“The tree that is beside the running water is fresher and gives more fruit.” ~ Saint Teresa of Avila
A Quick Fix
Most people simply do not get enough water each day and as a result, how they feel suffers as well.
When we fail to drink enough water, we feel sluggish, energy levels decrease, and brain fog can set in.
If you care at all about your day-to-day performance, you’ll understand that feeling sluggish, experiencing brain fog, and low energy will compromise your performance in all areas of your life.
In this article, three main points will be discussed:
- How Does Dehydration Affect Me?
- How Does One Hydrate Properly?
- Who Can I See About Symptoms of Low Energy and Brain Fog?
How Does Dehydration Affect Me?
Most health-conscious individuals are aware that staying well-hydrated is important for the body’s health, but it’s also critical for brain function.
Research has shown that dehydration has several negative neurological and psychological effects, which should be a big reason to make proper hydration a daily priority.
1. Dehydration affects your mood.
Several studies have identified a link between dehydration and mood disturbances.
In a 2012 study, researchers at the University of Connecticut induced dehydration in healthy young women through either exercise or exercise plus a diuretic and assessed the effects their mood states. Dehydration was found to result in a measurable increase in “total mood disturbance.
2. Dehydration reduces your cognitive and motor skills.
We all know not to drive under the influence of alcohol, but according to the findings of a 2015 study conducted at Loughborough University, we should also avoid driving dehydrated.
Volunteers committed a significantly greater number of errors such as lane drifting and late braking in a two-hour driving simulation when they did it dehydrated. In fact, their performance was just as poor as that of people who complete similar tests while at the legal limit for blood alcohol content.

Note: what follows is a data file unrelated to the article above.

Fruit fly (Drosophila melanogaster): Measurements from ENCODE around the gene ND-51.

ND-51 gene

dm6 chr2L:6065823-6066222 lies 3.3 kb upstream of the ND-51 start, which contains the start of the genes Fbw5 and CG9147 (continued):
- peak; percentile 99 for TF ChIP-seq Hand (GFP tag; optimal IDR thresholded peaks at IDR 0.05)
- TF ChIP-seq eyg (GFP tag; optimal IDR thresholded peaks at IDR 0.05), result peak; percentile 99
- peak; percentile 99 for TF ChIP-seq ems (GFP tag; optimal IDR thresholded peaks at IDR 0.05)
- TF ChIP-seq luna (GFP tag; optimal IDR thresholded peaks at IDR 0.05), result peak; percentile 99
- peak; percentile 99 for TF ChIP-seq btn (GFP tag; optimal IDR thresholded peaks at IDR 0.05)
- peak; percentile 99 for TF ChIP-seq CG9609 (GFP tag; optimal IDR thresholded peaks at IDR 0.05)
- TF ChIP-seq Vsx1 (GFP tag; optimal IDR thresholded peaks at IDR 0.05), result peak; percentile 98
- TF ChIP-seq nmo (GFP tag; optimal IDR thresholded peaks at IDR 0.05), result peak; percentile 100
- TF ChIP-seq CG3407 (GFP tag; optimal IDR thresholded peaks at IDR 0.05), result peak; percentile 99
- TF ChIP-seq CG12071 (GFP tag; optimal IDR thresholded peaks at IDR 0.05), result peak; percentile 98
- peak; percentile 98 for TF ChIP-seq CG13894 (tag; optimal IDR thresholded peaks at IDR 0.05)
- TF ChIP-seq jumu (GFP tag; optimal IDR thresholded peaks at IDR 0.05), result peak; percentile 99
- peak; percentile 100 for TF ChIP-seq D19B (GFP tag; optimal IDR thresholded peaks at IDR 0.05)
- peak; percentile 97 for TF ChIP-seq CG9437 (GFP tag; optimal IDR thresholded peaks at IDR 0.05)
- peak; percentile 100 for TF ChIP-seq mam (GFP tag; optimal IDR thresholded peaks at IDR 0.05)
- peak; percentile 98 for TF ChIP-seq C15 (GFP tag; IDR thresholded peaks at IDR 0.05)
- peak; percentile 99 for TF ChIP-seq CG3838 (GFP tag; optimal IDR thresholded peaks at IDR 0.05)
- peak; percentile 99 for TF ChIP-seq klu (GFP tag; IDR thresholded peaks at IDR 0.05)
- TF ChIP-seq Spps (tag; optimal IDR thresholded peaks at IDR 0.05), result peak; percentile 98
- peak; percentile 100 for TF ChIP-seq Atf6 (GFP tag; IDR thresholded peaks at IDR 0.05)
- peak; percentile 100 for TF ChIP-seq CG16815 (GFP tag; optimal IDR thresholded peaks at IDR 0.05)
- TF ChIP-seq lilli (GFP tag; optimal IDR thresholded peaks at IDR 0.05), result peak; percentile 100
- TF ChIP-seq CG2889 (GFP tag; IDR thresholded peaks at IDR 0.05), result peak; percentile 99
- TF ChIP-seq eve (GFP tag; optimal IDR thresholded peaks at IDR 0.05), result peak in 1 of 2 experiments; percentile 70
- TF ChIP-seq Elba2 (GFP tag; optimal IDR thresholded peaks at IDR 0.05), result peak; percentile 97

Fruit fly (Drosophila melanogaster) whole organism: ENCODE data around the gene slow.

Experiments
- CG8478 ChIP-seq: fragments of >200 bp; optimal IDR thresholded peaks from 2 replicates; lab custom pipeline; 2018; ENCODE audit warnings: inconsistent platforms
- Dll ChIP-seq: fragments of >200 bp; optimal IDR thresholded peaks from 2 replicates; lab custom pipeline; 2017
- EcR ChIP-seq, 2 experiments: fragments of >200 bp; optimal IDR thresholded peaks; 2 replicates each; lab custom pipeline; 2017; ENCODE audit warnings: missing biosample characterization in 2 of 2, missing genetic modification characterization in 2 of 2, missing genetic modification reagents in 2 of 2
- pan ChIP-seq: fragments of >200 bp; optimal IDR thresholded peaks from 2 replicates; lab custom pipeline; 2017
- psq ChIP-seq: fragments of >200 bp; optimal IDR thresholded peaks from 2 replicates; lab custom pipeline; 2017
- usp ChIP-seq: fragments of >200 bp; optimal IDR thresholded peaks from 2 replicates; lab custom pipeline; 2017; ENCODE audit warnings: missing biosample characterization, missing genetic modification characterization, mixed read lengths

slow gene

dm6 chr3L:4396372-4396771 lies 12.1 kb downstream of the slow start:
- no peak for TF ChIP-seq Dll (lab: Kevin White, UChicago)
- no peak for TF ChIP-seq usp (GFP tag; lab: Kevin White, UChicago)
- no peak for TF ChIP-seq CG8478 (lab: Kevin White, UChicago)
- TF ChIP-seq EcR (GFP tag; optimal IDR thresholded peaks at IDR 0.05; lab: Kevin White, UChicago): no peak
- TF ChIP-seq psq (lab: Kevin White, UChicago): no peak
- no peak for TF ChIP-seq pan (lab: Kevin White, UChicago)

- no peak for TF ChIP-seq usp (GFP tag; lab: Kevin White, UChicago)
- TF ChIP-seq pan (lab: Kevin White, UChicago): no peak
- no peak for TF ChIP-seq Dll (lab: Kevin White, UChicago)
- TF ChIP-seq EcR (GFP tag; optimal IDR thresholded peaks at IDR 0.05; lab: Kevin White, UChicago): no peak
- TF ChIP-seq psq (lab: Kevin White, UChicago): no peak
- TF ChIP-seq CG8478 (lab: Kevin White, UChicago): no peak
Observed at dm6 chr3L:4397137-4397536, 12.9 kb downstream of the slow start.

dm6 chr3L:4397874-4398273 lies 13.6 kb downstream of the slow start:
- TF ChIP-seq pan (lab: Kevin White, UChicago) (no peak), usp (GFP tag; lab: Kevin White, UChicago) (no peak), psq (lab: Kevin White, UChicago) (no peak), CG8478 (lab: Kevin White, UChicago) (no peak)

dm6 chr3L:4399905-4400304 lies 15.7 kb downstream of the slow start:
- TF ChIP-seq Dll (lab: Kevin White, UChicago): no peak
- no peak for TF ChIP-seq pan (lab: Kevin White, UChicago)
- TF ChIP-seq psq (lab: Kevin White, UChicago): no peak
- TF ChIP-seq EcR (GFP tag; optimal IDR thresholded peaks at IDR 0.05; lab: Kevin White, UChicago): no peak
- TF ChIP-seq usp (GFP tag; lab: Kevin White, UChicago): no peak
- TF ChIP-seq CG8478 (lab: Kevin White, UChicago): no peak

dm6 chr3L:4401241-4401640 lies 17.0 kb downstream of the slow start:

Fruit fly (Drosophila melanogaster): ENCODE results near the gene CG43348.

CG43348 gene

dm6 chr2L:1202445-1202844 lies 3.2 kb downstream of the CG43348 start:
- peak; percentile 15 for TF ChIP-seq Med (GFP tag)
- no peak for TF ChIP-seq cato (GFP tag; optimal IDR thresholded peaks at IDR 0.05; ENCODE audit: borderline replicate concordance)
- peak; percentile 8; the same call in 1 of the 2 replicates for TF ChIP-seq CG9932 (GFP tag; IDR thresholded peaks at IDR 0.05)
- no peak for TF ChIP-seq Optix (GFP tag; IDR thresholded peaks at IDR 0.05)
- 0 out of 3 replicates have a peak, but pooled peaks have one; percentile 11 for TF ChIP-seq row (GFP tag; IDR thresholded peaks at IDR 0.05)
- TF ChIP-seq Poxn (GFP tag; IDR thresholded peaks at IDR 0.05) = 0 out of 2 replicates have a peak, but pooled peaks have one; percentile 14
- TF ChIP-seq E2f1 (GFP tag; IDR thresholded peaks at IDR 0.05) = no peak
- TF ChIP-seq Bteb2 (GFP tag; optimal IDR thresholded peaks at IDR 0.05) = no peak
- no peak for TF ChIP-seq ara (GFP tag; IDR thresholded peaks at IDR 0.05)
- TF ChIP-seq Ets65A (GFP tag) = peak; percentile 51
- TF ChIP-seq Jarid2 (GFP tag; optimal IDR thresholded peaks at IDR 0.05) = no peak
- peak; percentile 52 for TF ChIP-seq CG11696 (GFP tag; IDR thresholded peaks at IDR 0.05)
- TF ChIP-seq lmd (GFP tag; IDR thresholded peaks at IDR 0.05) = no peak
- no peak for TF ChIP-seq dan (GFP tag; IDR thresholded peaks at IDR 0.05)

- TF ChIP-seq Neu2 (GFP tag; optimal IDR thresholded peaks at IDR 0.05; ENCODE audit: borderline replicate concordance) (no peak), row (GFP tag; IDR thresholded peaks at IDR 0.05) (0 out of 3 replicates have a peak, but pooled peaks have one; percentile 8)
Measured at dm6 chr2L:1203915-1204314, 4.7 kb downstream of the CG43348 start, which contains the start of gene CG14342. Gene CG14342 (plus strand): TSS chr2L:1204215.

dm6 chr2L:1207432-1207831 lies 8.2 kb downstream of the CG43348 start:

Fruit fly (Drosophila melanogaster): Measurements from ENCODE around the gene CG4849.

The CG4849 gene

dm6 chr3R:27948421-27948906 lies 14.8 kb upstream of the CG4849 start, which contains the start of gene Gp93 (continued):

The likely reason is that dehydration reduces concentration and reaction time.
3. Dehydration makes you more sensitive to pain.
One of the more surprising mental effects of dehydration is increased pain sensitivity. This was demonstrated in a 2014 study by Japanese researchers.
Volunteers immersed an arm in cold water to test their pain sensitivity while having their brains scanned and they reported a lower pain threshold (i.e., they felt pain sooner) when they performed this test in a dehydrated state. These subjective reports were accompanied by increased activity in brain areas involved in the experience of pain.
4. Dehydration affects your memory.
Dehydration has also been found to negatively impact memory.
In 2010, researchers at Ohio University measured hydration status in a group of 21 older women and had them complete tests of declarative and working memory.
A strong link between hydration status and memory skills was found, with the most dehydrated subjects performing the poorest on the tests. This effect was partly mediated by blood pressure.